Starting in 2013, a new class of mobile technology came into the public spotlight. Known as “wearables,” these devices are clothing or accessory items that incorporate computers inside them. The most notable being Google Glass, a wearable computer that holds a small optical head-mounted display. Glass lets users do a variety of things including live-streaming through its camera, video chat, taking photos, browsing the internet, checking email, and a slew of other abilities.
If that’s not the future, then I don’t know what is.
Google Glass seems to be where technology is going; smaller pieces of tech that can be worn and easily forgotten about. But as cool as wearable technology is, it’s kind of off-putting. As a society that’s just getting used to the fact that over half of adults have a smartphone, I don’t think that we’re ready for something like Google Glass.
Ever since the smartphone gained grand adoption, there’s been rules, a sort of etiquette, to using it in public and in social interactions. Pulling out your phone while talking to someone is considered rude, taking pictures of people without telling them is considered creepy, and using your phone in class is, for the most part, considered taboo. These are commonly known, yet mostly unspoken, rules for using phones and mobile devices in a public setting.
Wearables, specifically Glass, fly in the face of these rules by their definition. Wearable technology is meant to always be out, so there’s never not a time when these types of devices aren’t involved in an interaction. Even if Glass isn’t always on, it appears as it is. You may know that you aren’t using your Glass, but they don’t.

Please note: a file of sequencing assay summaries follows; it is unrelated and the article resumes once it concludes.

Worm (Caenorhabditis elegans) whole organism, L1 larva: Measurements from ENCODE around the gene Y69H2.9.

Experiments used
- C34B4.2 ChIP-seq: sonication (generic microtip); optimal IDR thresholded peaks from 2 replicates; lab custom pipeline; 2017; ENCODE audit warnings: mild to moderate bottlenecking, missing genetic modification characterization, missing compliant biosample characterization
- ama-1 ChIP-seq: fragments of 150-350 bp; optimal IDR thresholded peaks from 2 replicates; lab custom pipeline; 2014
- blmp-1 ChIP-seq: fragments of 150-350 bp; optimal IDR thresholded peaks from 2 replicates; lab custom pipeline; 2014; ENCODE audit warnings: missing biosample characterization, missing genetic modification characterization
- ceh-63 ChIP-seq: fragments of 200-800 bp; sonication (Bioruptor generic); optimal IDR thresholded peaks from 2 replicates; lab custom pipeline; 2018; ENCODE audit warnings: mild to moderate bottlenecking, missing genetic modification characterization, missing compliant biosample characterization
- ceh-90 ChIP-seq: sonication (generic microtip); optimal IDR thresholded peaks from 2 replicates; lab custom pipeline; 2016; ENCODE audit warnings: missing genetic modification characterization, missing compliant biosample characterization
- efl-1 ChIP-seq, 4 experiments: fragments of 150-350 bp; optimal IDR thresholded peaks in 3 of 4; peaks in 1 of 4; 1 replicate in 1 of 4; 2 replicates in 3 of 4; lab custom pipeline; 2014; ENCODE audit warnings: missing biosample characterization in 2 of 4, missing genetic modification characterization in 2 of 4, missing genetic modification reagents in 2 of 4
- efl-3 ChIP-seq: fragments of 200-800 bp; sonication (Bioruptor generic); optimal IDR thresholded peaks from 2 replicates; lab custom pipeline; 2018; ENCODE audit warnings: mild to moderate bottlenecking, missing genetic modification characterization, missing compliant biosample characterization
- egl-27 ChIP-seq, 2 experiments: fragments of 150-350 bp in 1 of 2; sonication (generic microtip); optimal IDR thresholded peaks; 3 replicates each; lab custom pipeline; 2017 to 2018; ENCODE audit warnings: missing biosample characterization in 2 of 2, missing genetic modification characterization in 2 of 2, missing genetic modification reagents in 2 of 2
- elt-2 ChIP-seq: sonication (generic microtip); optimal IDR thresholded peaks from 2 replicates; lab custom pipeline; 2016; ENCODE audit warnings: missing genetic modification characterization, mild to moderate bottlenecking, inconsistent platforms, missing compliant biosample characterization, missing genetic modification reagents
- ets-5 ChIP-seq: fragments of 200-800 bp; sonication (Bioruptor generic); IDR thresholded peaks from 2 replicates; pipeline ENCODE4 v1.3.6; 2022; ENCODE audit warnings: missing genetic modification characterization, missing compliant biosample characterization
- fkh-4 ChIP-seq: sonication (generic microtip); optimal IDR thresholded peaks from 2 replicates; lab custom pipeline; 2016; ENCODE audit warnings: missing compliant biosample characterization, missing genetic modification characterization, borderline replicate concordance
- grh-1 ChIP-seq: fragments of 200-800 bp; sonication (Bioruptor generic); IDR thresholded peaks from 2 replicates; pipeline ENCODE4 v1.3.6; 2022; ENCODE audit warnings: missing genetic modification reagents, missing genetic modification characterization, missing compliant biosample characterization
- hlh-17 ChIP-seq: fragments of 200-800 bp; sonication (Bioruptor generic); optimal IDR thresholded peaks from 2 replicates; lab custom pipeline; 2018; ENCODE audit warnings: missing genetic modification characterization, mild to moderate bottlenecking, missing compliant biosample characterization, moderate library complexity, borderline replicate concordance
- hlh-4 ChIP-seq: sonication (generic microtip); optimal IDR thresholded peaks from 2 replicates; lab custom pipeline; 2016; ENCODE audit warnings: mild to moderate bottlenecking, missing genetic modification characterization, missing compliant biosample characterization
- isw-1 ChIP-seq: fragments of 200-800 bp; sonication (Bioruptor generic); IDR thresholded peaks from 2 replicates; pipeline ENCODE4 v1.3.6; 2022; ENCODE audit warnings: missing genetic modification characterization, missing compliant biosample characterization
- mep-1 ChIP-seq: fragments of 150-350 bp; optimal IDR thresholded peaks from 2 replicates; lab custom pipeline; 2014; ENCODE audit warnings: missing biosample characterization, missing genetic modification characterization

They make can social interactions awkward, at least according to Mat Honan at Wired, but not as awkward as pulling out a phone. Wearables remove the effort, and shame, of taking your phone out of your pocket during an interaction. No longer will you get a look of disapproval when you answer a text while your friend is talking, they could never know. But like I said previously, the fact that the person you’re interacting with doesn’t have a clue, they may just assume you’re always using it rather than never.
I do believe, though, that wearables are the future. They even seem as though that’s where they came from; plucked off some spaceman’s face and brought back to our time. But no matter how futuristic and cool they seem, they create a divide between the outside content and personal interaction, more so than smartphones ever could.
Thankfully we have some time to figure out just how we are going to interact in a world where everyone is wearing Google Glass, or smart watches, or whatever wearable tech comes next. As of now, Glass is an invite-only purchase product. You must be apply to use Glass and only if you are accepted by Google will you be able to pay the $1500 price tag. So, it’s safe to say that it might be a couple years before wearables reach widespread adoption.
What do you think?